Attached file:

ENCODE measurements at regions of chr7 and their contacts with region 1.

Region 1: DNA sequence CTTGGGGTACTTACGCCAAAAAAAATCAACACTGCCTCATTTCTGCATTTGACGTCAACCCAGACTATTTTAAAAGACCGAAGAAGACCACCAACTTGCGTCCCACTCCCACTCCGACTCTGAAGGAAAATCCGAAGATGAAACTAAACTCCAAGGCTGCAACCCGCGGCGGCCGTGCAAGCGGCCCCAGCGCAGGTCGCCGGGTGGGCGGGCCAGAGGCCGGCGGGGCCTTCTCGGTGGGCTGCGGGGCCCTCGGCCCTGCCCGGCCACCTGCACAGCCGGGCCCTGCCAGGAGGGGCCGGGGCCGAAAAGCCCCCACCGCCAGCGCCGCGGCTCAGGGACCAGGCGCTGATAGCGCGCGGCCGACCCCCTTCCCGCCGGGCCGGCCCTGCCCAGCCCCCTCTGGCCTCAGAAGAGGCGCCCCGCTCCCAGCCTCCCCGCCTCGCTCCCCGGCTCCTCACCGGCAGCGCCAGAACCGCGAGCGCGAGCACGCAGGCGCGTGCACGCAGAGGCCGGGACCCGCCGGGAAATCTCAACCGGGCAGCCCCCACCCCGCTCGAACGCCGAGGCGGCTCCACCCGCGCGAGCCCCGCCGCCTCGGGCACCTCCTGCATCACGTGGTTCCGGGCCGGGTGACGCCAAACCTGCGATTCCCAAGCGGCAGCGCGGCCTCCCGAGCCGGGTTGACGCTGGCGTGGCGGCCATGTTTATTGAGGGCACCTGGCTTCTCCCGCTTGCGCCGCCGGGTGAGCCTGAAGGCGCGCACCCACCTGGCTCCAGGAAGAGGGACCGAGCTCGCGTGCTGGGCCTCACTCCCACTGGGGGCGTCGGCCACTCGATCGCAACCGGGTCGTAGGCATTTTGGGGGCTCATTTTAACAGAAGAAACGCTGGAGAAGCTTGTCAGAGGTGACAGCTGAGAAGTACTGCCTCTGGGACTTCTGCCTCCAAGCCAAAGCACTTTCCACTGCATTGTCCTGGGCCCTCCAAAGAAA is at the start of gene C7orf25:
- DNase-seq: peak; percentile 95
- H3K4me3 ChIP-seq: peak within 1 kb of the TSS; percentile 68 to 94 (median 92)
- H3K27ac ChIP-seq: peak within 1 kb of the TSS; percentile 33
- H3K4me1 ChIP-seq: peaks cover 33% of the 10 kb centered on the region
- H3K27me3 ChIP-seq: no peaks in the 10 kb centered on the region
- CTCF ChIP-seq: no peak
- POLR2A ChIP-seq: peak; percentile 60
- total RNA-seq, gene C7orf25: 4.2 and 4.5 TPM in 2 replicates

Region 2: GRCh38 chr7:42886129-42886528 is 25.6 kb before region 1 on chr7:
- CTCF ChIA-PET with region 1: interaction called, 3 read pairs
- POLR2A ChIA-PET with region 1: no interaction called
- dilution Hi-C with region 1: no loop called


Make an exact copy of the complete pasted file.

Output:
ENCODE measurements at regions of chr7 and their contacts with region 1.

Region 1: DNA sequence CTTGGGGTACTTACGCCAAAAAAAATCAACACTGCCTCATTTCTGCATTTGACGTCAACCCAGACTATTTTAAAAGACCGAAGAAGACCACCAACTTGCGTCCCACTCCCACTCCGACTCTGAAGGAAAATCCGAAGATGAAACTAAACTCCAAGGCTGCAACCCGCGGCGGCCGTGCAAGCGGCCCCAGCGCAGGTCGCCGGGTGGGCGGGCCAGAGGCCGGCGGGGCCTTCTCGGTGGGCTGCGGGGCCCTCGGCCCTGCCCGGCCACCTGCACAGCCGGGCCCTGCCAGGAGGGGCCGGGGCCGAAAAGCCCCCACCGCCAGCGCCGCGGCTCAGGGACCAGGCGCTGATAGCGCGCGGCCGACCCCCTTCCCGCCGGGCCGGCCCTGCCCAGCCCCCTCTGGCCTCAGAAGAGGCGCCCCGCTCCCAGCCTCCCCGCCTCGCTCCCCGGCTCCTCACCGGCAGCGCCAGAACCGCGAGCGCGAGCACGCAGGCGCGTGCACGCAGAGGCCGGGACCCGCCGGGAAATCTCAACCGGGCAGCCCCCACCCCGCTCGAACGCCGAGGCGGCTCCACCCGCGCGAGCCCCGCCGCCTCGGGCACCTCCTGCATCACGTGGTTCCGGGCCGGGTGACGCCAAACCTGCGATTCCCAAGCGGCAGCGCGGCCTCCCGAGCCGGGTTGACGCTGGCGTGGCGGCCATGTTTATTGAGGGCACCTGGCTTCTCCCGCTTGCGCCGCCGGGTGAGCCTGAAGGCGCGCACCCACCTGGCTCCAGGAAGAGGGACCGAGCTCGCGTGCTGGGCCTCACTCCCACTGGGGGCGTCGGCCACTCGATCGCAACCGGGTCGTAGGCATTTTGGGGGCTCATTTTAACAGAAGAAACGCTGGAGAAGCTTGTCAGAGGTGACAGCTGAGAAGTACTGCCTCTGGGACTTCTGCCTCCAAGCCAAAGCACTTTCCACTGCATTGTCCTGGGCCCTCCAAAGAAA is at the start of gene C7orf25:
- DNase-seq: peak; percentile 95
- H3K4me3 ChIP-seq: peak within 1 kb of the TSS; percentile 68 to 94 (median 92)
- H3K27ac ChIP-seq: peak within 1 kb of the TSS; percentile 33
- H3K4me1 ChIP-seq: peaks cover 33% of the 10 kb centered on the region
- H3K27me3 ChIP-seq: no peaks in the 10 kb centered on the region
- CTCF ChIP-seq: no peak
- POLR2A ChIP-seq: peak; percentile 60
- total RNA-seq, gene C7orf25: 4.2 and 4.5 TPM in 2 replicates

Region 2: GRCh38 chr7:42886129-42886528 is 25.6 kb before region 1 on chr7:
- CTCF ChIA-PET with region 1: interaction called, 3 read pairs
- POLR2A ChIA-PET with region 1: no interaction called
- dilution Hi-C with region 1: no loop called